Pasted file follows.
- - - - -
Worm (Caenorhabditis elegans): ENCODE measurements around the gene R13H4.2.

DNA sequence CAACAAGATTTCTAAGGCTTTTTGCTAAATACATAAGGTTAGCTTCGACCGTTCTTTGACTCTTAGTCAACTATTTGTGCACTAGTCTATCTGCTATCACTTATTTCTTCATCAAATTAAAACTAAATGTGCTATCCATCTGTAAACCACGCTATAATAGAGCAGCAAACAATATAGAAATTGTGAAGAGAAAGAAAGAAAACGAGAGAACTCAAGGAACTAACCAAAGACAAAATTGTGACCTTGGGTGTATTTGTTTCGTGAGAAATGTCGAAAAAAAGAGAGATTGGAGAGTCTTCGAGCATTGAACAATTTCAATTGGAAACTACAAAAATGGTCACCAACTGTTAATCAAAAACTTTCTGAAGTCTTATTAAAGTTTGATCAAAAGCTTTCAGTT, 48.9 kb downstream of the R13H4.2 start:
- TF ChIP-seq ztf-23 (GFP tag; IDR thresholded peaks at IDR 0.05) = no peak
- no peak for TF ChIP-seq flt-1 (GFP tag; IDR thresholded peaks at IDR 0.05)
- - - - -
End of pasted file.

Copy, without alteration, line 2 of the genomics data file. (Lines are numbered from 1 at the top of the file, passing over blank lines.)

DNA sequence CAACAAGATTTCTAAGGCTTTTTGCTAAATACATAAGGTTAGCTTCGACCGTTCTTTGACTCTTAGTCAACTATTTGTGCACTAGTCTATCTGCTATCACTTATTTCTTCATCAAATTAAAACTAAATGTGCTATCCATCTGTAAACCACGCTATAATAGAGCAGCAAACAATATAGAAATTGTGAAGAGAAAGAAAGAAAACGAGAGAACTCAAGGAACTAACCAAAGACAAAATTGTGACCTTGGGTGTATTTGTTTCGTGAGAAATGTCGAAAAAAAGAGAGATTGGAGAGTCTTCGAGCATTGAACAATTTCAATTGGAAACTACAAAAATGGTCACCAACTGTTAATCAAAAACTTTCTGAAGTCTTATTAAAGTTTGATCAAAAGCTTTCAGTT, 48.9 kb downstream of the R13H4.2 start: